These are not my feet…

shoes and socks

But this is my voice…

I.  From This Body Offers to Carry You (a collection in draft form)

Tupperware and the Vitruvian Man.” I wonder what Leonardo da Vinci would have made of Tupperware. Circular, it participates in the divine, while gobbing up physical space in the square confines we call cupboards.  If he’d had the stuff, I bet Leonardo’s credenzas would have been full of Tupperware that was full of Tupperware.

Also Minerva.” After college she wore high heels to work. She taught school in farm towns, first home economics, then math, then English. She introduced seventh graders to the beauty and hell of sentence diagramming, and read their hand-written autobiographies, hundreds of them.

A Brief Disquisition on Ketchup.” Ketchup is central to American cuisine, so central it really ought to be a food group unto itself. Yet, like many things American, ketchup is foreign in origin. The term probably comes to the English language from Chinese, the Amoy dialect, “koechiap,” meaning “brine of fish.”

II. From The Enjoy Agenda at Home and Abroad

Ch 2–“Shorty” (an excerpt).  Along with sexism and racism, heightism is a fact of life today. Heightism cuts across race and gender. It’s not a just a man’s world. It’s a tall man’s world.

Ch 3–“Bridge” (an excerpt). A few weeks before the first wrestling team meet, Coach Curl announced that I would be wrestling every member of class until I agreed to be on the team.

Ch 4–“Call It a Dance” (an excerpt). I’ve been thinking lately about the degradation of dance. Not how we are degraded by it, although some of us certainly look foolish. I mean how we have degraded it. When was dance reduced to rhythmic flopping?

Ch 5–“Tilt” (an excerpt). These days, there is a profusion of images (we don’t say “picture” so much any more), not hundreds, but tens of thousands of them, but they are not in a drawer. They are pixels and bytes saved in ephemeral vessels that need much more attention and care than a drawer.

Ch 6–“Bring Your Horn” (an excerpt). She wore glasses, her long brown hair perfectly parted in the middle. She had a wacky sense of humor, and I sensed she liked me as much as I liked her. But I could never work up the courage to ask her out. She was a full three inches taller than me. We didn’t match.

Ch 8–“Tied” (an excerpt). I was wearing one of my Jerry Garcia ties at a colleague’s funeral many years after that concert when, slipping away to use the restroom, I looked in a mirror and saw, really saw my Jerry Garcia tie, as if for the first time.

Ch 9–“The Birds and the Beatles” (an excerpt). We bought every Beatle album as soon as it hit the store. This was, of course, back in the vinyl days. The first three or four lp’s, in mono, cost less than five dollars. We took them home, put them on the turntable, and sat down to listen. It was “close listening,” almost like the close reading of a poem advocated by the New Critics.

Ch 10–“Cookies and What?” (an excerpt). For a few weeks I try soy milk. I find I can drink the stuff. I can even enjoy it, so long as I don’t put it in coffee; it ruins coffee. Forget trying to froth it. All I can get it to do is bubble. Who wants hot bubbles in their coffee?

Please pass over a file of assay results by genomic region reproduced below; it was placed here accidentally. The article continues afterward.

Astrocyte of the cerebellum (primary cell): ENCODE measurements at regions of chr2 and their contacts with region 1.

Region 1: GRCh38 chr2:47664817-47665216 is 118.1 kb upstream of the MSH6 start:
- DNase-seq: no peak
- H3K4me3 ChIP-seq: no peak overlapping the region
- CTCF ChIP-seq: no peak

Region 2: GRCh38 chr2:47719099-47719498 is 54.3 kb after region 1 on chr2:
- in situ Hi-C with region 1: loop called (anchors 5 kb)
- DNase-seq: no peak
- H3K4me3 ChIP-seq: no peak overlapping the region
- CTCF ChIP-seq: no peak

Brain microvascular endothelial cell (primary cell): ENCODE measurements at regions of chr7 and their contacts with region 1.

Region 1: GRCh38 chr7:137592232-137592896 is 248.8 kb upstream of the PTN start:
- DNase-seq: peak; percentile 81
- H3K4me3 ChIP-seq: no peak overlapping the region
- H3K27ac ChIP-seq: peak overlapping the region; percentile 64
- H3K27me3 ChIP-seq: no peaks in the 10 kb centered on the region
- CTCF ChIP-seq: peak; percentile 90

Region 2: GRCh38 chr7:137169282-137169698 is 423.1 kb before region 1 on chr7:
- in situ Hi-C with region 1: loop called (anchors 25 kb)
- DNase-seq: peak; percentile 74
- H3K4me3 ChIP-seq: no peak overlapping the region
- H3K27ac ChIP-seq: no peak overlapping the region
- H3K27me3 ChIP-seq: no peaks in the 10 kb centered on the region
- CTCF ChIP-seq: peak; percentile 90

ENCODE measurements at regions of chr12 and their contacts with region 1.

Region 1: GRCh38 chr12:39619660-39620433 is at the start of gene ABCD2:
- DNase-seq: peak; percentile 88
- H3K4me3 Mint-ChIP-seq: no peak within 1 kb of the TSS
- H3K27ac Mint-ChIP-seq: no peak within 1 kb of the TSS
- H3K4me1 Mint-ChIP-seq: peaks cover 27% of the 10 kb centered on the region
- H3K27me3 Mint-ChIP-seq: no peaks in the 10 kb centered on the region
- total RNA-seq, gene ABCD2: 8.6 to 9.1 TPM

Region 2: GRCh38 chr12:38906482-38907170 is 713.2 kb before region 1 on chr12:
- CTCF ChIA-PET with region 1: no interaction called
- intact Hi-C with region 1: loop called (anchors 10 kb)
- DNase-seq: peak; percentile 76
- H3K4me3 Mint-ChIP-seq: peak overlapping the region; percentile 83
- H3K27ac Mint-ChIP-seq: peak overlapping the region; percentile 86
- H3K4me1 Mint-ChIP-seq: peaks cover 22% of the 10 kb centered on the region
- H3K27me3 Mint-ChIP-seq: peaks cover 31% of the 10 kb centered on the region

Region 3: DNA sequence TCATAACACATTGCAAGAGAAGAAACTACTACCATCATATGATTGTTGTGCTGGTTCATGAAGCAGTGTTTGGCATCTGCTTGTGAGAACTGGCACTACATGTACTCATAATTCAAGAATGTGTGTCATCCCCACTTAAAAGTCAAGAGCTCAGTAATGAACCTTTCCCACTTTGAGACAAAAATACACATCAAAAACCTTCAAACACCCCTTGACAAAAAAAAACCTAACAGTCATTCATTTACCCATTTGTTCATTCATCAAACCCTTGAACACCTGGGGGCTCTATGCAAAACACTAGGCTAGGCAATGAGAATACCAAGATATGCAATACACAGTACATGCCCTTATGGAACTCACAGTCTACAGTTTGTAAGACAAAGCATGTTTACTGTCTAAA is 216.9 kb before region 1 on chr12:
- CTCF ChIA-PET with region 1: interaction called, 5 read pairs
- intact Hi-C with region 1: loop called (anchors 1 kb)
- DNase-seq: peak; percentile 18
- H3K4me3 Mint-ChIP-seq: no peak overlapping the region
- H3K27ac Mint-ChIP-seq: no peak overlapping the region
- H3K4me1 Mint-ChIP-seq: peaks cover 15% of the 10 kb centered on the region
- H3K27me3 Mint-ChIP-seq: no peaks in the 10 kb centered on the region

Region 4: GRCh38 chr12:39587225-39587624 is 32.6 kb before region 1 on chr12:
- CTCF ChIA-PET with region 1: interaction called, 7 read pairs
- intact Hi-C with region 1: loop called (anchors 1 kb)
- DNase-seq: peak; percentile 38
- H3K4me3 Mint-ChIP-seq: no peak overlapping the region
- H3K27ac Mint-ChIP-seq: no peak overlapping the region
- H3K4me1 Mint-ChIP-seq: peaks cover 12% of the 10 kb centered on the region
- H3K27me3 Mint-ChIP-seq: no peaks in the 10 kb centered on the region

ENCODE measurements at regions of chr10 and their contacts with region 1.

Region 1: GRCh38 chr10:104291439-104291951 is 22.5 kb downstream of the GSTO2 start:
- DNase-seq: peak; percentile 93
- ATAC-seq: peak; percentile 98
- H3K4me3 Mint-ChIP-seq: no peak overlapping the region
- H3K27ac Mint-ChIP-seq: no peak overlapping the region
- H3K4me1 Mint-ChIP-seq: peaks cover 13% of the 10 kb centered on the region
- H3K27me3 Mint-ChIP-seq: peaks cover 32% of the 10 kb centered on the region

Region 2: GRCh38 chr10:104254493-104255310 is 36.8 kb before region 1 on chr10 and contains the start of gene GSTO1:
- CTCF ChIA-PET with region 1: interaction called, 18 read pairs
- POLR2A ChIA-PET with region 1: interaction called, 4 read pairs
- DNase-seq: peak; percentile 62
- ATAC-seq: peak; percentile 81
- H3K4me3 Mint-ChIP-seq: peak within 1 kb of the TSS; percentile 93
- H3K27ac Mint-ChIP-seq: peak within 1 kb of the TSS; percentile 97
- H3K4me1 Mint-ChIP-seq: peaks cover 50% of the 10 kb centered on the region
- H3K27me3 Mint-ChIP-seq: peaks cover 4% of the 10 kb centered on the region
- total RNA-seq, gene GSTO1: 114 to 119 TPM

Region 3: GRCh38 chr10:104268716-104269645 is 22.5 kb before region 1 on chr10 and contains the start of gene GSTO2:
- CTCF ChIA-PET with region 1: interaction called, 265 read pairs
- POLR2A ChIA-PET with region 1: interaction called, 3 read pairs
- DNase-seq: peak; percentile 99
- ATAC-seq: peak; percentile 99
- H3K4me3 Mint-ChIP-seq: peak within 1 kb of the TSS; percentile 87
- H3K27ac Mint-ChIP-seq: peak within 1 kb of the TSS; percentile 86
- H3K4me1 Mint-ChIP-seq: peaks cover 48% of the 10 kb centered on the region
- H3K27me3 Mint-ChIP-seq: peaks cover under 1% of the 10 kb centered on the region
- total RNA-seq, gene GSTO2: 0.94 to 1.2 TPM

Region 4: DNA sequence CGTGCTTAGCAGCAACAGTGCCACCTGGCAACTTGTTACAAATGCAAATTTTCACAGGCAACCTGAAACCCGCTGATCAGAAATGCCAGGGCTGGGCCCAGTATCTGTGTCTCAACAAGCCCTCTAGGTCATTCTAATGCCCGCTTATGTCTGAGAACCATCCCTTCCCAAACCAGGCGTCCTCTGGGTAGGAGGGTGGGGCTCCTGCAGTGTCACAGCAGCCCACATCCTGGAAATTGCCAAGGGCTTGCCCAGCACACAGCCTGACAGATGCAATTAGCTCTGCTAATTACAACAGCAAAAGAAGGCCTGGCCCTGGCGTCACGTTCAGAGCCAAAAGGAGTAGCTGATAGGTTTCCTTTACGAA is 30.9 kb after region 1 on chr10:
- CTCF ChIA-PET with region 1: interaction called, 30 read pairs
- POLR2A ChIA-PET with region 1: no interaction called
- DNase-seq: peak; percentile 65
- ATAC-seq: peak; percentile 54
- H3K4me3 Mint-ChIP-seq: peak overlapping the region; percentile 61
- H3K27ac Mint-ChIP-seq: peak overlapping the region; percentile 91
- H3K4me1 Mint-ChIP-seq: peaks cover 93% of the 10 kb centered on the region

Ch 11–“Gelatiamo” (full text, a screencast). Gelato, to paraphrase James Joyce, is general all over Italy. When we hit a new town over there and feel the need, we ask 2-3 people where the best gelato is. Usually the response is immediate. There’s the smile, the widening eyes, the look of rapture.



Ch 14–“Good Bad” (full text). I told my father I really thought I should give New York a try. I needed to find out. I played the guitar. I had written one song. My only other talents were that I was good at algebra and could eat a McDonalds hamburger in one bite.

Ch 20–“Wreckage” (an excerpt). Then she missed a few days. She told my wife she wasn’t sleeping well. Then she missed a few more days. And then she stopped coming altogether. She died in just a few months, without having visitors, without returning telephone calls.

Ch 27–“Fang Xin” (an excerpt).  On walks I’ve taken since arriving in Shanghai, a few blocks from here I’ve seen similar stores, with names like Family Mart and Fresh Mart.  The F in FMart might be short for one of those more wholesome adjectives.

Ch 29–“Chalant” (an excerpt). In sprezzatura the individual demonstrates in attitude and action that he is “the total master of self, society’s rules, and even physical laws…, unable to err.”

Ch 30–“Vodafone” (an excerpt). Phone fear. My mother-in-law, an Italian immigrant living in the US, was reluctant to answer the phone. (My father-in-law never answered it.) If she did, her response was brief and diversionary: Hello? Please you talk my daughter, please?

III. From American English, Italian Chocolate

Ch 12–“Feet First” (full text, a screencast). As appendages go, the foot doesn’t get much respect. We lavish care upon hair, think of eyes as the windows of the soul, and look with awe upon skilled hands. Breasts, legs, and even butts are the objects of desire, the stuff of fetish. Feet, on the other hand…




Ch 20–“Hello, Mr. President” (full text, a screencast). The first time I dreamed about Jimmy Carter, he had been out of office for years. In the dream I was in my hometown, at a party at the Coy house, on the corner of Fifth and Church Streets. It was a summer night.